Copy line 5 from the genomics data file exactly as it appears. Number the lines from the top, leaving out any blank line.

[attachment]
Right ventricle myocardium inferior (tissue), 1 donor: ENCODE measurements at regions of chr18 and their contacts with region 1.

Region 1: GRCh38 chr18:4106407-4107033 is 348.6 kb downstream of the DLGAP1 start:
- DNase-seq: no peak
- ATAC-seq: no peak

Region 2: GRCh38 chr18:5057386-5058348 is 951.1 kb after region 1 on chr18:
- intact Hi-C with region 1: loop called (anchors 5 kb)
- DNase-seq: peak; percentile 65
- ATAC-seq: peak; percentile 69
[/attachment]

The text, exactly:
Region 2: GRCh38 chr18:5057386-5058348 is 951.1 kb after region 1 on chr18: